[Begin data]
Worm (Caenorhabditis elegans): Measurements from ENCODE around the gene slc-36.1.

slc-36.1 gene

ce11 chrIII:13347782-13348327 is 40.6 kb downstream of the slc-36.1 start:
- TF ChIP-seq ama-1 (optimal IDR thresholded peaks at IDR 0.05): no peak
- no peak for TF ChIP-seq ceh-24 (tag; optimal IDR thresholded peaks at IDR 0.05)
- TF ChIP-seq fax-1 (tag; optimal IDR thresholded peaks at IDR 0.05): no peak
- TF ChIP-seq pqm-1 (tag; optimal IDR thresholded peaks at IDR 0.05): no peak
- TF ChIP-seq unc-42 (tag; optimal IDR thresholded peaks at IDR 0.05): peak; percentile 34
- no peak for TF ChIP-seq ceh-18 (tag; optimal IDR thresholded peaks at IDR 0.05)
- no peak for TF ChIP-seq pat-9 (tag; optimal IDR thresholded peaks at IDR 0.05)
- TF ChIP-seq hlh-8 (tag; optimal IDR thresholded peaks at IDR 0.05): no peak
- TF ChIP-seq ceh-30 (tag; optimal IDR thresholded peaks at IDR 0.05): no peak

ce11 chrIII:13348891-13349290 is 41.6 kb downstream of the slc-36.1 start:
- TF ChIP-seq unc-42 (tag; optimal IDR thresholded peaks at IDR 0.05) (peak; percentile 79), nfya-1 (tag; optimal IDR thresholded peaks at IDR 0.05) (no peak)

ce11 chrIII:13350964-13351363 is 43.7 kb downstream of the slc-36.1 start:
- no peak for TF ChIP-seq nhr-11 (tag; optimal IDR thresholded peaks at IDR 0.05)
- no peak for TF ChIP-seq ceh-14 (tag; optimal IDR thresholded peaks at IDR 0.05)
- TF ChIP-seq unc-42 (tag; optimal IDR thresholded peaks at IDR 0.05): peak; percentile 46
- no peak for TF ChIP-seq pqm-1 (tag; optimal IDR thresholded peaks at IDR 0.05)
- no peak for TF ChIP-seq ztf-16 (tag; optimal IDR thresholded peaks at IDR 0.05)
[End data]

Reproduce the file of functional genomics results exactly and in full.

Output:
Worm (Caenorhabditis elegans): Measurements from ENCODE around the gene slc-36.1.

slc-36.1 gene

ce11 chrIII:13347782-13348327 is 40.6 kb downstream of the slc-36.1 start:
- TF ChIP-seq ama-1 (optimal IDR thresholded peaks at IDR 0.05): no peak
- no peak for TF ChIP-seq ceh-24 (tag; optimal IDR thresholded peaks at IDR 0.05)
- TF ChIP-seq fax-1 (tag; optimal IDR thresholded peaks at IDR 0.05): no peak
- TF ChIP-seq pqm-1 (tag; optimal IDR thresholded peaks at IDR 0.05): no peak
- TF ChIP-seq unc-42 (tag; optimal IDR thresholded peaks at IDR 0.05): peak; percentile 34
- no peak for TF ChIP-seq ceh-18 (tag; optimal IDR thresholded peaks at IDR 0.05)
- no peak for TF ChIP-seq pat-9 (tag; optimal IDR thresholded peaks at IDR 0.05)
- TF ChIP-seq hlh-8 (tag; optimal IDR thresholded peaks at IDR 0.05): no peak
- TF ChIP-seq ceh-30 (tag; optimal IDR thresholded peaks at IDR 0.05): no peak

ce11 chrIII:13348891-13349290 is 41.6 kb downstream of the slc-36.1 start:
- TF ChIP-seq unc-42 (tag; optimal IDR thresholded peaks at IDR 0.05) (peak; percentile 79), nfya-1 (tag; optimal IDR thresholded peaks at IDR 0.05) (no peak)

ce11 chrIII:13350964-13351363 is 43.7 kb downstream of the slc-36.1 start:
- no peak for TF ChIP-seq nhr-11 (tag; optimal IDR thresholded peaks at IDR 0.05)
- no peak for TF ChIP-seq ceh-14 (tag; optimal IDR thresholded peaks at IDR 0.05)
- TF ChIP-seq unc-42 (tag; optimal IDR thresholded peaks at IDR 0.05): peak; percentile 46
- no peak for TF ChIP-seq pqm-1 (tag; optimal IDR thresholded peaks at IDR 0.05)
- no peak for TF ChIP-seq ztf-16 (tag; optimal IDR thresholded peaks at IDR 0.05)